Prior to the better-known atomic bombings of Hiroshima and Nagasaki (which have also been subject to controversy and ethical discussion), the United States executed a series of “firebombings” against Japanese cities that claimed more lives in a single night — over 100,000 civilians, mostly women, children, and the elderly — than the more infamous atomic strikes that followed months later.
Jacobin examines the various problems with the campaign, on both a strategic and ethical level (e.g. there were little to no military or economic targets, virulent anti-Japanese racism may have motivated the attacks, etc.)
In January 1945 — two days before Franklin Roosevelt was to meet with British Prime Minister Winston Churchill and Soviet leader Joseph Stalin in Yalta — the Japanese were offering surrender terms almost identical to what was accepted by the Americans on the USS Missouri in the Japan Bay on September 2, 1945.
The Japanese population was famished, the country’s war machine was out of gas, and the government had capitulated. The Americans were unmoved. The firebombing and the nuclear attacks were heartlessly carried out. If anyone is guilty of disregarding the “context” of the firebombing of Tokyo, it’s the sycophantic and biased American historians who deride these critical facts.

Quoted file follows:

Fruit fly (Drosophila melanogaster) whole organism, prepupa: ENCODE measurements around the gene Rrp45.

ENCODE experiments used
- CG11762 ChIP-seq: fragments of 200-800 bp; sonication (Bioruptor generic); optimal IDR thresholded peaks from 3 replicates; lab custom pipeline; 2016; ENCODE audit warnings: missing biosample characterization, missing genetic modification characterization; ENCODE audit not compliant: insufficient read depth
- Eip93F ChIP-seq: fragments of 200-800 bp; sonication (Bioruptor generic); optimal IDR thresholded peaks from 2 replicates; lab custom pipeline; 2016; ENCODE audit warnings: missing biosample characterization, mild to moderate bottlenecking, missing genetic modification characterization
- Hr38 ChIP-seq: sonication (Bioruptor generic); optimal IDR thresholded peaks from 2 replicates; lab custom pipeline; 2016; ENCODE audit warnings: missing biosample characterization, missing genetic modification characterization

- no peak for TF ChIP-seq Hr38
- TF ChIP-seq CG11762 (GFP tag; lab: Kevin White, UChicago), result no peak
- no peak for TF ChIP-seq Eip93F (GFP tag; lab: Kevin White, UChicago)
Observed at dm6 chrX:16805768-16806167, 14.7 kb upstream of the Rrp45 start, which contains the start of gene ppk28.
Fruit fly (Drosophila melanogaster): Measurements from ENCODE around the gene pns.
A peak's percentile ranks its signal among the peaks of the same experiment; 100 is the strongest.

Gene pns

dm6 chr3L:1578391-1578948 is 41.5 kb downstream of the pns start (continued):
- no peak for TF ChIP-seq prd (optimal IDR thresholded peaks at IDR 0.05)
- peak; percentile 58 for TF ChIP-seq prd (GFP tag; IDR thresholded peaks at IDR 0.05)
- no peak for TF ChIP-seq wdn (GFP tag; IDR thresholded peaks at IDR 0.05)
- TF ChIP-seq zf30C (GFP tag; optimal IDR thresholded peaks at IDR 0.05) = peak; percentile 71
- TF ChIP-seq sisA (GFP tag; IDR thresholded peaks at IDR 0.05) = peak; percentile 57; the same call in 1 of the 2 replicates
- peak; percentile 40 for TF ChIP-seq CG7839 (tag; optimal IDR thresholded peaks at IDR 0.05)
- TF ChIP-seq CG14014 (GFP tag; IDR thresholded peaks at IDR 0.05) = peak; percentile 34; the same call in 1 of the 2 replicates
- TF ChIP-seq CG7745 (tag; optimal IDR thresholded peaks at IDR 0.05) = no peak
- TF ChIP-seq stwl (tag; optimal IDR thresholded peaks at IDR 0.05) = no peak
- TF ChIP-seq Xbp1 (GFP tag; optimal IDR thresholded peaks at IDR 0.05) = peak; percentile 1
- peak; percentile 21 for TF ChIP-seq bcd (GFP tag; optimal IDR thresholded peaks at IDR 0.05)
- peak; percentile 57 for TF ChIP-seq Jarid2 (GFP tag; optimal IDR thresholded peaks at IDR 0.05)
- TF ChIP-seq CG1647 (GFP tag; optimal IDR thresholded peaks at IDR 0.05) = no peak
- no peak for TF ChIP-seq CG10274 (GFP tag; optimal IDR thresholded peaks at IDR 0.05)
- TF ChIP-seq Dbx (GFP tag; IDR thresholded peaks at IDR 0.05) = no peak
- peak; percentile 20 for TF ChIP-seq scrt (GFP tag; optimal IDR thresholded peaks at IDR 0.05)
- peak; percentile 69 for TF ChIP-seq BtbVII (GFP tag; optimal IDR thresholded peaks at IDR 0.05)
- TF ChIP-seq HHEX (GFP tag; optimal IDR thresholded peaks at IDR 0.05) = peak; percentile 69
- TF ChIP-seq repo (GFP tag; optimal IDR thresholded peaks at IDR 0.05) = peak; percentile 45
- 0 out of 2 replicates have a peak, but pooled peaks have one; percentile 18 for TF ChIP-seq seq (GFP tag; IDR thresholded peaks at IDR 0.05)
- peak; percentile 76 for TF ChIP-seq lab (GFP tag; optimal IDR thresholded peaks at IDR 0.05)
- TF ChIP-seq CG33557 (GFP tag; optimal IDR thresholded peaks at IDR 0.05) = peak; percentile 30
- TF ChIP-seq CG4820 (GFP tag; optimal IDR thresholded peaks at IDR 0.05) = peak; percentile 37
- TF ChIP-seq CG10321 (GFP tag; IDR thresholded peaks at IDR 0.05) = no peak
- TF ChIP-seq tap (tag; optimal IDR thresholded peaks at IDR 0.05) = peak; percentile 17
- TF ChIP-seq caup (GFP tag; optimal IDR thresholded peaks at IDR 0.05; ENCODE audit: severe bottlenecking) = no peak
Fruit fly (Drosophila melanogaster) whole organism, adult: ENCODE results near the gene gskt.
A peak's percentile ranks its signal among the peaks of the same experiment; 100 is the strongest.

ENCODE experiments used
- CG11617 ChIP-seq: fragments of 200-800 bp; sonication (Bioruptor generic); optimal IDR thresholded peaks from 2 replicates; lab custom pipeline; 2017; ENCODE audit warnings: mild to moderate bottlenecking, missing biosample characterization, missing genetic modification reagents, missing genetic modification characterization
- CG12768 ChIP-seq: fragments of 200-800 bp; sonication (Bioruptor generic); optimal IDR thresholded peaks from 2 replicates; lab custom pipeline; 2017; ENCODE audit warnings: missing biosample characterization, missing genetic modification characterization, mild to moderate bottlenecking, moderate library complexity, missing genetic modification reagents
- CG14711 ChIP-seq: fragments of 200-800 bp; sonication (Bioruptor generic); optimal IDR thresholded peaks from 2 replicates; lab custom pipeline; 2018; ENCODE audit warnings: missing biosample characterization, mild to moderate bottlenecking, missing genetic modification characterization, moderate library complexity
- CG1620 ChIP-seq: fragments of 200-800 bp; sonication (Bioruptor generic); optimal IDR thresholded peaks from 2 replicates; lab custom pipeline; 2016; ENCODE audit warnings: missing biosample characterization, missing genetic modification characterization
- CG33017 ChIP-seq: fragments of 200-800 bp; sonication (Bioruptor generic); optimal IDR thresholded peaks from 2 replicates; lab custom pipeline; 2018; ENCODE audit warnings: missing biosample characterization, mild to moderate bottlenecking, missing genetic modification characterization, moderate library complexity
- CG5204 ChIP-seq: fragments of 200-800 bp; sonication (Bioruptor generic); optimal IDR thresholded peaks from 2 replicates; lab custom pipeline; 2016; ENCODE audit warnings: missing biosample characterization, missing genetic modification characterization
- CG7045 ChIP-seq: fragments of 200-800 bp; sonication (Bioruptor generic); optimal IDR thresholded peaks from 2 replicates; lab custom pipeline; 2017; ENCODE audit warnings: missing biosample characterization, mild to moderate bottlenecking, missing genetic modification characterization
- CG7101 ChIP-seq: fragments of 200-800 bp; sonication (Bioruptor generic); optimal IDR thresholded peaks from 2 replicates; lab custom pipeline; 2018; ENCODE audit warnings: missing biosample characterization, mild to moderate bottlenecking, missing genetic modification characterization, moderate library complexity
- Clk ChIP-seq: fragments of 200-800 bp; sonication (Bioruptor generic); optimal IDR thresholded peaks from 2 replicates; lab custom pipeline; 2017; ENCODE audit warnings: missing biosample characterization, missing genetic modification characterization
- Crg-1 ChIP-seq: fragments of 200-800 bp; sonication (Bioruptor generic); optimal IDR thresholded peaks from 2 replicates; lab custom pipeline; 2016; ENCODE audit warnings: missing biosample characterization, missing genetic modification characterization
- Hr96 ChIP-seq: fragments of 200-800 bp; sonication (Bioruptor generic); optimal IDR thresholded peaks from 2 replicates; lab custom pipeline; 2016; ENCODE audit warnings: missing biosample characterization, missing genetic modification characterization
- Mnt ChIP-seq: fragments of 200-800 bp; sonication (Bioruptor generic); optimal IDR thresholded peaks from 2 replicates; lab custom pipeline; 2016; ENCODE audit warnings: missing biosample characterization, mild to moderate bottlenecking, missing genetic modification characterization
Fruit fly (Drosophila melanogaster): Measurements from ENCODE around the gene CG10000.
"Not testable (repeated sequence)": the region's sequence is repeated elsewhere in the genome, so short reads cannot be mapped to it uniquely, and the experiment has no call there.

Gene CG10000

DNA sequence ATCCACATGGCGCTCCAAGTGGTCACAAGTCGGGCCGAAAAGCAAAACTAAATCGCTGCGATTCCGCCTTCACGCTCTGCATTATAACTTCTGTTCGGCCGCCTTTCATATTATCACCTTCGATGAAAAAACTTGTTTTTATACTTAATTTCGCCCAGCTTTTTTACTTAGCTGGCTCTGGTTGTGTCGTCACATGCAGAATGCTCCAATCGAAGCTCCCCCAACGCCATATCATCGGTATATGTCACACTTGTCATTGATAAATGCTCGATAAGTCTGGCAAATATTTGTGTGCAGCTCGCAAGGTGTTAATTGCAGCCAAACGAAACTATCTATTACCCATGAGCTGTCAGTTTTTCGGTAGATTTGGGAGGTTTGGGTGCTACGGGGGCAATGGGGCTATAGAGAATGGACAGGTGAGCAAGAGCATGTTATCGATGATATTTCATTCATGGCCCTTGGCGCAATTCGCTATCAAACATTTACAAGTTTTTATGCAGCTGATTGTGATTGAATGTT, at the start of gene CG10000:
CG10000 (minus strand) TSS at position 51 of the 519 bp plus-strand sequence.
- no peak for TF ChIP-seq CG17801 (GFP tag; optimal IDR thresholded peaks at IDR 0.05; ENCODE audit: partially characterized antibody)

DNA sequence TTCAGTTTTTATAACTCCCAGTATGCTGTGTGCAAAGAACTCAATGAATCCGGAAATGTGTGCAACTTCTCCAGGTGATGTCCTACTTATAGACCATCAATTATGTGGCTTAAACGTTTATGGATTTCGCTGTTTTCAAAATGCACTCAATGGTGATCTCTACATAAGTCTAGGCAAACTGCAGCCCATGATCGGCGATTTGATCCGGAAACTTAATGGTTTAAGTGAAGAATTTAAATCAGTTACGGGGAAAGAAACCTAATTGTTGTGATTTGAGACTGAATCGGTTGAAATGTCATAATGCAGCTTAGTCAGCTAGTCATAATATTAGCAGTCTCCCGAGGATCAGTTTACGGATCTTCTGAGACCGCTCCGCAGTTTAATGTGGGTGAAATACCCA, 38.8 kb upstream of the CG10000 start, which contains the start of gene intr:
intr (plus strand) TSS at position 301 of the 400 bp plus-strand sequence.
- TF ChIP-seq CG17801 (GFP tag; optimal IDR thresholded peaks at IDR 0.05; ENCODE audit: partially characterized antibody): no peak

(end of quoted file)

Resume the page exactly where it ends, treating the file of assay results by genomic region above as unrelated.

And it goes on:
What little criticism that exists of the firebombing is attacked for failing to put the bombing in proper context and not providing alternate solutions for ending the war. These attacks are also riddled with “they did it too” justifications.
World War II was carried out with brutality on all fronts. The Japanese military murdered nearly six million Chinese, Korean, and Filipino civilians by the end of it. However, to argue that Japanese civilians deserved to die — that children deserved to die — at the hands of the U.S. military because their government killed civilians in other Asian countries is an indefensible position, in any moral or ethical framework.
One can see parallels with the equally controversial Allied bombings of Dresden, which killed 22,000-25,000 civilians for little strategic merit.
What are your thoughts on these largely undiscussed (at least in popular discourse) actions? I recommend reading the whole article to get a wider picture of the positions for and against this decision, and whether the usual justifications have any merit.